Monthly Archives: March 2016

Well, maybe …

Elias, having discovered upon the deaths of two beloved grandparents that important people die, and that he does not at all like it when that happens, has spent a lot of time over the last year and a half being anxious like it’s his job. For a while, he asked me what seemed like twenty times a day what would happen to him and Levi if both Paul and I died.

Ack. It’s not like we haven’t put plans in place, but who wants to talk about that all the time? Not me.

The answer, repeated over and over in reassuring tones, is that they would go to live with Uncle Chris and his family. This has been a satisfactory answer, because they adore Uncle Chris and his wife and their two cousins. Happily, Elias’ anxiety has been lessening over time, and he rarely asks me about my own death anymore.

Tonight, though, as all three of my boys were coming home from a nice long swim at the Rec Center, tired and happy, this conversation happened.

Elias: Hey Levi. Remember? When Mom and Dad die we’re going to have a big brother and a big sister!
Levi: <is too dignified to be bothered with his little brother>
Paul: Wow. You’ll like that, huh?
E: Yeah!!
Paul: So should we hurry up then?
E: No.

<long pause>

E: Well, maybe. We’d get a dog and a hamster, too.


Random picture of the boys because nobody clicks on plain text. (What? It’s true.)



You Can

We were at the CF center this morning (regular checkup; all’s well). Because of infection control stuff, we don’t see much of other patients and families. Sometimes you see people you know in the hall and wave goofily from a safe distance. (You can occasionally determine by text that your friends are a couple of rooms down, and send hello pictures back and forth, which feels almost as if you are getting away with something and so is extra fun.)

And today, there were people in the hall that I’d seen just a few minutes before in the parking garage. Everything about them screamed new diagnosis. Both parents and a grandpa were there with a tiny new baby, they clearly didn’t know where they were going or what all the odd procedures were about, and they all looked like they were carrying 200-pound packs on their shoulders.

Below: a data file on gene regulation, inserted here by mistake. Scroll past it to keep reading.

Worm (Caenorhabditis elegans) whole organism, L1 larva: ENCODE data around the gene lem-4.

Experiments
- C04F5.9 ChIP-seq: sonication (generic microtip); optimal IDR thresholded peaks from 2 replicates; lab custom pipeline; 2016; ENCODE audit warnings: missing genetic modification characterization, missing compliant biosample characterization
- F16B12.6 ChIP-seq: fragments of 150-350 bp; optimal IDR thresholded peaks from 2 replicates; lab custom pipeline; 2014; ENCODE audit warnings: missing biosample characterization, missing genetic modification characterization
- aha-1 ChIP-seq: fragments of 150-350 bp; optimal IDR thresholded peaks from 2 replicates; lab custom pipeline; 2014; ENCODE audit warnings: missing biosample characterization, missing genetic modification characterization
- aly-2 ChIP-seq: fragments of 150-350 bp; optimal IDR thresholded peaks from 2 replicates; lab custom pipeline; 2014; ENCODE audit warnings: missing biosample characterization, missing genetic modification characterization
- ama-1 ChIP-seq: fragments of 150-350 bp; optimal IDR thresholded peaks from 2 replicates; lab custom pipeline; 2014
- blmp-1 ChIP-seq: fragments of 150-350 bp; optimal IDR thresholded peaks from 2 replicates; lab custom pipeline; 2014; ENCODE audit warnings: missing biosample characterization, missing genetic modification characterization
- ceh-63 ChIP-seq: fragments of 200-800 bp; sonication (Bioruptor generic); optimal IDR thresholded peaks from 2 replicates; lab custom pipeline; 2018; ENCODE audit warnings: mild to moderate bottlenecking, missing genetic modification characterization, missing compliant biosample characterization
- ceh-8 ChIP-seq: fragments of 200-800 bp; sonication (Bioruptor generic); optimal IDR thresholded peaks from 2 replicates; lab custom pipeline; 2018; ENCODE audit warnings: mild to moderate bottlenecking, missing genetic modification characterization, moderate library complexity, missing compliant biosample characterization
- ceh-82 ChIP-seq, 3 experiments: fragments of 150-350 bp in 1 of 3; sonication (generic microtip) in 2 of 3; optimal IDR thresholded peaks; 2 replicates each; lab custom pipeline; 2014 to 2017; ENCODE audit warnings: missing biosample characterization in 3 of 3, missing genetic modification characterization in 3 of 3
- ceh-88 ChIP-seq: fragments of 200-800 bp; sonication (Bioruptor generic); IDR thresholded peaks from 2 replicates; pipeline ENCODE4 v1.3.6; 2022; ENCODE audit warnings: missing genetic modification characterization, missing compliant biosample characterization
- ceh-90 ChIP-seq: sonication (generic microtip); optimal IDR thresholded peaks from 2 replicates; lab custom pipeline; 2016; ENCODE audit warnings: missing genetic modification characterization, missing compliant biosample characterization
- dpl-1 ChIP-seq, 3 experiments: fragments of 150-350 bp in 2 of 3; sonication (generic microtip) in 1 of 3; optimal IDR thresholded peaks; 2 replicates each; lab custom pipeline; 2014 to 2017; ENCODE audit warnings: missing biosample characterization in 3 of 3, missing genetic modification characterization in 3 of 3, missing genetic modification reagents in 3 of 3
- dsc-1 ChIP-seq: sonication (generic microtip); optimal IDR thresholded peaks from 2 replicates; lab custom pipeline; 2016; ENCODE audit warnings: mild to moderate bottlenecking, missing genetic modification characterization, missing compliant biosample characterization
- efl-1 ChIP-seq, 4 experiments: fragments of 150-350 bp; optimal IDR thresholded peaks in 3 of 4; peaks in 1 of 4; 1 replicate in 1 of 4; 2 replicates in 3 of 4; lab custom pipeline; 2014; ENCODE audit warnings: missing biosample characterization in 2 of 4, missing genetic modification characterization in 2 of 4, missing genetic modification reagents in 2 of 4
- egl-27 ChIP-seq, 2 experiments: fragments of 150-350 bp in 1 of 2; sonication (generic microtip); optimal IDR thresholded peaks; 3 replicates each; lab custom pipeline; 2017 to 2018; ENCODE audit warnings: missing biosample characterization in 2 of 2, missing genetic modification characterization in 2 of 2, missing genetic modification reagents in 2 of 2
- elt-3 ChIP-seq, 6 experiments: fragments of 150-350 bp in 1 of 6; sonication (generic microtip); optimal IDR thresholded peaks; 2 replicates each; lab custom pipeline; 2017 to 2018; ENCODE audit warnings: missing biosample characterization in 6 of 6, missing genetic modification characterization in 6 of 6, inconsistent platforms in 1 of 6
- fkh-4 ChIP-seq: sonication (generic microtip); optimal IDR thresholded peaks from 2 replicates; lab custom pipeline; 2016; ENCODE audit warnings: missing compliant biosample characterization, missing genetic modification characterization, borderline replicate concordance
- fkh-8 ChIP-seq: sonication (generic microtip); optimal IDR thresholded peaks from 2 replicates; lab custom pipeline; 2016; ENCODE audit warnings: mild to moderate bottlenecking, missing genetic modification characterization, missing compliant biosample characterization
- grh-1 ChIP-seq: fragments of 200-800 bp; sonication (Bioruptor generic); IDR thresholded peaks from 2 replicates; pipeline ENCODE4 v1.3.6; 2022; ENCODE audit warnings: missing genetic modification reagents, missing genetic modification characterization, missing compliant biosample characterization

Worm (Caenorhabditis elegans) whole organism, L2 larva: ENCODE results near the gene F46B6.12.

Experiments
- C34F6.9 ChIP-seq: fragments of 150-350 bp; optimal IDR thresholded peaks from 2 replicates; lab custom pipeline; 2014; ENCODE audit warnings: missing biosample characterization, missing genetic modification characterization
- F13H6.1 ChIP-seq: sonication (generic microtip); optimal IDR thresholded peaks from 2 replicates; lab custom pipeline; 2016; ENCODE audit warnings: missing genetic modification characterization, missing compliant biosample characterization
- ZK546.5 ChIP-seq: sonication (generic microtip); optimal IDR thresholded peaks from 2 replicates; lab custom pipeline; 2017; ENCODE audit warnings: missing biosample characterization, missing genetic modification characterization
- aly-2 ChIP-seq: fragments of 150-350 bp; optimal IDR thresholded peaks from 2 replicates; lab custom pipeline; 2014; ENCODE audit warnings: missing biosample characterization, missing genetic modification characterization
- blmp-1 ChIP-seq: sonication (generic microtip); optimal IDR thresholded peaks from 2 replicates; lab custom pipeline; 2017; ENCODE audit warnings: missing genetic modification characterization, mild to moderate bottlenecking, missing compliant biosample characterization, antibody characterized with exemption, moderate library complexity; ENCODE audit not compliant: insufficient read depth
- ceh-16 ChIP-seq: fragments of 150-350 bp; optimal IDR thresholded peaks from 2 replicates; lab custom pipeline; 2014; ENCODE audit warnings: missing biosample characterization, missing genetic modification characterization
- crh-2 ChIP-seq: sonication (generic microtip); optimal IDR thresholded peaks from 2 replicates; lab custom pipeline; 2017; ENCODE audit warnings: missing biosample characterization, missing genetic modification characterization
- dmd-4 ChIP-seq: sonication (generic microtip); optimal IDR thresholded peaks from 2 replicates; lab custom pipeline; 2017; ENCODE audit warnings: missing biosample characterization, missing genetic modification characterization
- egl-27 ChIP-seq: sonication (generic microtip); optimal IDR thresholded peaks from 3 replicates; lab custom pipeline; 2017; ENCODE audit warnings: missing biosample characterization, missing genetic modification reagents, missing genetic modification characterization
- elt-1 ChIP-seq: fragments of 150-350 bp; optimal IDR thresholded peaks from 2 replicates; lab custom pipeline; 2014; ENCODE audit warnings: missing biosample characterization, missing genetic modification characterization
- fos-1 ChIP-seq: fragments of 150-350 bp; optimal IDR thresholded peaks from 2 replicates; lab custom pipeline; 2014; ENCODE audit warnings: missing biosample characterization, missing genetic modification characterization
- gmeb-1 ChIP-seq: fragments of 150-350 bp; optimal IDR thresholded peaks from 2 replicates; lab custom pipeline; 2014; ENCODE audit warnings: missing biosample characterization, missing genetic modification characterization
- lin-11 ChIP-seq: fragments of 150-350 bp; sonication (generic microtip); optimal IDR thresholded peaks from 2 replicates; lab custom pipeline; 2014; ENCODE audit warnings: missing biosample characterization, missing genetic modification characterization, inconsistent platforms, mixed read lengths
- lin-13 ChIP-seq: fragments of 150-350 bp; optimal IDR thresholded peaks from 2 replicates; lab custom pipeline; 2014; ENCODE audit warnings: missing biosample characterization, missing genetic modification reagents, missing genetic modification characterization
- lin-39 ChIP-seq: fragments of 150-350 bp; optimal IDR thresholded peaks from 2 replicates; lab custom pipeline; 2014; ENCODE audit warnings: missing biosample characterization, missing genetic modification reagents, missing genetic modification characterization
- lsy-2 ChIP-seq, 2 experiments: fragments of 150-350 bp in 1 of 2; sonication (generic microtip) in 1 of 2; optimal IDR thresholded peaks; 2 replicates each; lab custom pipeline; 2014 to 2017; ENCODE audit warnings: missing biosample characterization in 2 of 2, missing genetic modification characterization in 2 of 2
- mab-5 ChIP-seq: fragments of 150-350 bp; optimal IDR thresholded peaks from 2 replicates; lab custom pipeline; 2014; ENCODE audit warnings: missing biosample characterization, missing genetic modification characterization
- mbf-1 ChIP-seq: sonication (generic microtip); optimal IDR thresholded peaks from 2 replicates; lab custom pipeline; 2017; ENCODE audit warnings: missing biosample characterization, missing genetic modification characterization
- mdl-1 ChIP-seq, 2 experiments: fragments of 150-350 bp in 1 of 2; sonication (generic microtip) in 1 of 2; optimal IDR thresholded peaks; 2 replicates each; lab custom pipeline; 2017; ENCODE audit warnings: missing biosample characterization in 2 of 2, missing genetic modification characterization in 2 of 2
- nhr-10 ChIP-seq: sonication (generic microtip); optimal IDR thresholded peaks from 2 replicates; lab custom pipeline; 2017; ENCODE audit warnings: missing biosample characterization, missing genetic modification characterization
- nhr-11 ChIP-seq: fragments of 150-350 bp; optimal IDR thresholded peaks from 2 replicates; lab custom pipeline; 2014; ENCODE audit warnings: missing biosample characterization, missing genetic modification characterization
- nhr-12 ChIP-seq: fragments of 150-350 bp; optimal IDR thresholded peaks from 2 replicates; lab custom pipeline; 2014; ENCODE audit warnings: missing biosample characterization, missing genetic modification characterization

So basically us, seven and a half years ago.

I wanted to hug them all so hard and so long that they could barely breathe.

I really couldn’t, HIPAA being what it is, and a stranger hugging the life out of them might be a teensy bit overwhelming right now anyway. But if I could do exactly what I wanted, I would sit them down and hold all their hands at once and tell them this:


You can. I know you think you can’t. I know it feels like the sky is falling. I know you woke up this morning and thought you might possibly rather die yourself than go to the hospital and listen to some doctor you’ve never seen before tell you how this disease is going to try to kill your baby. It is dreadful. If you feel like swearing, you should go right ahead, but there really aren’t words bad enough.

I won’t lie. It’s going to be hard, and you are going to have awful days. But you will find things buried deep in yourself that you had no idea existed. Things like resilience and grit. How do I know this? Because I saw it in every line on your faces today and in the bleakness in your eyes. I saw how much you love that baby and how far you will go to fight this disease, and the answer to both of those hows is infinity. And I know it because I was where you are, and I didn’t think I could do it either.

This is my baby. He is suddenly, alarmingly tall and asks me math questions that require a calculator. He swam for an hour and a half last night without getting short of breath and is involved in brotherly fistfights on the regular. Those papers he’s holding explain that his lungs are currently in great shape. Today is a good day.

You will have good days, too, along with the awful ones.

You will love that baby fiercely and hate this disease just as much.

You aren’t alone, and you can ask for help, and you can do this.


After church today, Paul was standing around and the boys were playing with a couple of kids he didn’t recognize. So he leaned over to our friend Charlene and said, “Hey, who are those kids?” They’re her niece’s children, visiting from West Virginia. Cool, Paul thought.

When it was time to go, all the boys headed for the pile of shoes to sort out their own, and Paul being Paul, he decided to talk to their mom.

Paul: Hi! I hear you’re Charlene’s niece.
WV Mom: Hi.
Paul: It’s nice to meet you. I’m Paul. Those are my boys, Levi and …
WV Mom: OH!! I know who you are!

At this point, Paul is thinking, “What? How does a woman from West Virginia know who I am from my first name?!?”

WV Mom, continuing: Whenever I get down about how my boys are acting, Charlene tells me about your family!

I can’t think why. I mean, look at them. So sweet.